Television has been the medium of choice for FMCG and consumer durables. But of late, e-commerce has shown a preference for it too. In a recent report on festive ad spends on exchange4media (TV gears up for more festive ad spends from e-comm, auto, durables) television channels as well as media planners had observed that e-commerce was likely to emerge as a big spender on TV fuelled by the recent round of funds pumped into the category. This was reiterated in the Group M report ‘This Year, Next Year 2014’ . In this backdrop, we spoke to industry experts to find out why e-commerce players are turning to television and how they are planning their spends.
Funds driving mega campaigns
Recently, Snapdeal, which has received private investments from Ratan Tata and has raised 233.7 million dollars in funds, snapped up the presenting sponsorship rights to one of biggest shows on Colors and presumably on TV, Bigg Boss Season 8, in a deal worth Rs 35 crore.
This was not an isolated case. A few months ago Flipkart announced that it had raised one billion dollars from new and existing investors, while Amazon too announced that it would invest two billion dollars in the Indian market.
Rohit Gupta, President (Network Sales, Licensing), Multi Screen Media, is of the opinion that the category is spending more than consumer durables. “Consumer durables (ad spends) have been relatively low though it is one of the big categories on television. FMCG is about 40 per cent of the overall television ad revenues. Starting from a low base, e-commerce has turned into a big category for us now. Whether you look at Amazon or Flipkart, every player has been active on IPL and other big properties. As a category they are now important for TV ad revenues and one of the fastest growing ones too,” he said.
According to Sangeetha Aiyer, VP & Head – Marketing, A+E Networks TV18, “There is an infusion of capital in that sector that allows them to scale up their plans and businesses. The category now contributes to a slightly larger portion of our revenues. Overall, if e-commerce was contributing about two-five per cent to TV channel revenues, it has now gone up to seven-ten per cent. That is a big number from that industry.”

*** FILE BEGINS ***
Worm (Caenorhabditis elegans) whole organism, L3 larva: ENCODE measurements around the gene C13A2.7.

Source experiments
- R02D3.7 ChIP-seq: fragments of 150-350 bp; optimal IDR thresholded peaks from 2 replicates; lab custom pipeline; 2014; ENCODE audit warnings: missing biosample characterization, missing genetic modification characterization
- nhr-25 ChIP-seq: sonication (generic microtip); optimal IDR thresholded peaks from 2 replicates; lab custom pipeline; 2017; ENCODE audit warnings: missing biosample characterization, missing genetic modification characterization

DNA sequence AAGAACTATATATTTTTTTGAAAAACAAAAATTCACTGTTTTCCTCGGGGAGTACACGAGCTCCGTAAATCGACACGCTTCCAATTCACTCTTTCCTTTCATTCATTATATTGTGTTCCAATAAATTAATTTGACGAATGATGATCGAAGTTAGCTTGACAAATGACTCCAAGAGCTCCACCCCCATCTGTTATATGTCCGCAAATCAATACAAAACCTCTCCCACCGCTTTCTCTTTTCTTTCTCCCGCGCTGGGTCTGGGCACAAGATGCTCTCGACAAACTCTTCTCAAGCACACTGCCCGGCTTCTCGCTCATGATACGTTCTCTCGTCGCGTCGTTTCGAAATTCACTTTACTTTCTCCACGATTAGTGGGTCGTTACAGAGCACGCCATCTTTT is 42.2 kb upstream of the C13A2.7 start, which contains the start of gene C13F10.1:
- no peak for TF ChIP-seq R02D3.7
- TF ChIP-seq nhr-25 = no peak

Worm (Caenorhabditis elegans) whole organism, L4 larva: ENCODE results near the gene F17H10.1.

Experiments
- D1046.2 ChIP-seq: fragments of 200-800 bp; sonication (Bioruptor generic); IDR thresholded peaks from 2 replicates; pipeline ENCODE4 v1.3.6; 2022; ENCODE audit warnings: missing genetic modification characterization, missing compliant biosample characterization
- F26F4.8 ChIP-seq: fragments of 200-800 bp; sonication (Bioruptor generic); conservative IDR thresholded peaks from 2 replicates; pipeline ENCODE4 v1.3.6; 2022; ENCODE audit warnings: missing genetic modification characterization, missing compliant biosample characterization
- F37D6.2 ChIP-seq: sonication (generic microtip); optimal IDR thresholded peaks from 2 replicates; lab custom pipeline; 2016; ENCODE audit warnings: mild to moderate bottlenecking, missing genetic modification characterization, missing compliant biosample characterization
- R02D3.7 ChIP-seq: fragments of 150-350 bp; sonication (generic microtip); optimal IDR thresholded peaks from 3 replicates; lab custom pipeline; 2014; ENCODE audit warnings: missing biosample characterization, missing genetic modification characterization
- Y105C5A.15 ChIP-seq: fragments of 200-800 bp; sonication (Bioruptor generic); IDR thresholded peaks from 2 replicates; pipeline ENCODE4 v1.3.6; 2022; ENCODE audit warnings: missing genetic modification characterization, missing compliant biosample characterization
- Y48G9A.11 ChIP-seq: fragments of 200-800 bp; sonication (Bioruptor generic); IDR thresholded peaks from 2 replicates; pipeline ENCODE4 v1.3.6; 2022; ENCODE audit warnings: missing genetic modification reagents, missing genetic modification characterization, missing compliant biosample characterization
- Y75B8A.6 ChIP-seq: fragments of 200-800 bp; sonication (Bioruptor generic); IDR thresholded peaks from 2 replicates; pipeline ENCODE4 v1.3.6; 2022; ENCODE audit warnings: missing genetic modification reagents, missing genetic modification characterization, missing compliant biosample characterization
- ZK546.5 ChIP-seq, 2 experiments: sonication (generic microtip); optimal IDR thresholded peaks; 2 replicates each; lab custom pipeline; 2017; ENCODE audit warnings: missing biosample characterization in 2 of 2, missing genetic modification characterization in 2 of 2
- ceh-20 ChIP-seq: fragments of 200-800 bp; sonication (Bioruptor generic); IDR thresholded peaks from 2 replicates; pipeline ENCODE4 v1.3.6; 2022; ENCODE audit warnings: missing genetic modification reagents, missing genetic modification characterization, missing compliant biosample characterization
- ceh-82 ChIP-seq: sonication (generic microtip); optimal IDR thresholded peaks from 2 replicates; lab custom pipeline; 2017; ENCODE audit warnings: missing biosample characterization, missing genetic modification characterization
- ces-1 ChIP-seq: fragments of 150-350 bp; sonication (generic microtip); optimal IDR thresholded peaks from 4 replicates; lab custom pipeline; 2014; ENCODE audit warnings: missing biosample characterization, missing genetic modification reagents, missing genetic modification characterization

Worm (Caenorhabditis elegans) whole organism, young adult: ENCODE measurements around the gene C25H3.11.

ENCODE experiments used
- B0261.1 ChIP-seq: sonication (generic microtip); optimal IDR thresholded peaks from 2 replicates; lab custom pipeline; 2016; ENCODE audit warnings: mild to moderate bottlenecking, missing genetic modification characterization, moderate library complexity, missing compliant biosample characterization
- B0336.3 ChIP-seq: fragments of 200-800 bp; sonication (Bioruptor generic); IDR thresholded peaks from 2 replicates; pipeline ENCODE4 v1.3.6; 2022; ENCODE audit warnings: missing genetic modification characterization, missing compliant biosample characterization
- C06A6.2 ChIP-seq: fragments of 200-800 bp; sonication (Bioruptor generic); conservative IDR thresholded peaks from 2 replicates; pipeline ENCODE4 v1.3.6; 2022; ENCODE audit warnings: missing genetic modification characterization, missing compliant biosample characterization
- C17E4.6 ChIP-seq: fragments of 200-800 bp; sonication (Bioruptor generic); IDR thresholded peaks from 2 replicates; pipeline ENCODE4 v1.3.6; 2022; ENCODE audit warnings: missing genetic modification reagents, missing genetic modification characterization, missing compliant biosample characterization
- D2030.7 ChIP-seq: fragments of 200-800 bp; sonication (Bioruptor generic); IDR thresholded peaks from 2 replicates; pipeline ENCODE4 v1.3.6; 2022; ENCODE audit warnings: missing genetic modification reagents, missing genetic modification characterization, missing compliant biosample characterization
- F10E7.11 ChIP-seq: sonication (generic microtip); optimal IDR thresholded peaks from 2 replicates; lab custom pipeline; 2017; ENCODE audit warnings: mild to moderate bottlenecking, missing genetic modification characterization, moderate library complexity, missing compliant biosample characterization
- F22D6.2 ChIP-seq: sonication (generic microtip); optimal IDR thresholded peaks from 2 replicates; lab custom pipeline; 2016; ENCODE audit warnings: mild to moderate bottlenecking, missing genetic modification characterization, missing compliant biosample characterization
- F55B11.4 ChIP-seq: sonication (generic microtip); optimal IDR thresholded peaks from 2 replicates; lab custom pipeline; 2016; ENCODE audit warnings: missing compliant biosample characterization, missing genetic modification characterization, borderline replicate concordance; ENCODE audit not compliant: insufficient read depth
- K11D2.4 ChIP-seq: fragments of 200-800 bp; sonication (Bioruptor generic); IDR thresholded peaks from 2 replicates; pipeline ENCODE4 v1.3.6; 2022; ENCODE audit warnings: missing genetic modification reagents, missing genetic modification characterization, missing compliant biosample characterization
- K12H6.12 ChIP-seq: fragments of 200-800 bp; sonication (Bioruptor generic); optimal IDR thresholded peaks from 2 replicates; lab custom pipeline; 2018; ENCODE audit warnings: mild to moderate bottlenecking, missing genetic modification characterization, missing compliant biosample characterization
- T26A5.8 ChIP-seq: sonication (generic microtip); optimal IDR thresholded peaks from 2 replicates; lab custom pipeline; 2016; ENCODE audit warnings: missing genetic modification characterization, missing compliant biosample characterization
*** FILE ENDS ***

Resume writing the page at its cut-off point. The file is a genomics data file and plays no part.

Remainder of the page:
Ravi Rao, Leader – South Asia, Mindshare, observed that the ad spends of the category have gone up by as much as seven times year-on-year. According to the Head of the Revenue Department of a TV network, the consumer durables sector ad spends have reduced even as e-commerce ad spends have grown to a higher level on TV. “Most of the e-commerce players that have been spending majorly on television channels are either from the categories of fashion and consumer goods as they sell a lot online too.” He pegged the revenues from e-commerce at anywhere between 10 per cent and 15 per cent.
Mona Jain, EVP, Cluster Head, ZEEL said, “Right now, in terms of ad spends, they are in the same space where consumer durables used to be. FMCG is a huge pie of ad revenues for television but the pattern of e-commerce spends is very different from that of FMCG.”
Mass medium for delivering the message
Mukesh Bansal, Founder- CEO, Myntra and Head of Fashion, Flipkart, says the main reason for increasing ad spends for TV is that it is a mainstream medium that helps to reach out to people who are not digitally savvy. Besides, the brand perception changes, making it appear more reliable to the consumers. “We are spending a lot on television and will continue to increase our ad spends on TV,” he added.
Himanka Das, Senior Vice President – West, Carat, says that e-commerce looks towards television in order to scale up and get a critical mass audience to know the brand. He explained: “If you look at the trends, they (e-commerce brands) usually do their brand campaigns through through digital. But digital cannot get you critical mass because you can only get a digitally savvy audience or natives of the domain. But the moment you want to get a larger reach, you have to turn to television.”
Citing the example of Flipkart, he said, “The brand could scale up because of advertising on mass media channels like television. E-commerce players are looking at building their brand, getting the mass, driving traffic. And a mass medium helps them achieve all of that.”
As long as the e-commerce sector is flush with funds, the players hungry for more eye balls and keen to build on their brand perception, TV channels have a lot to cheer about.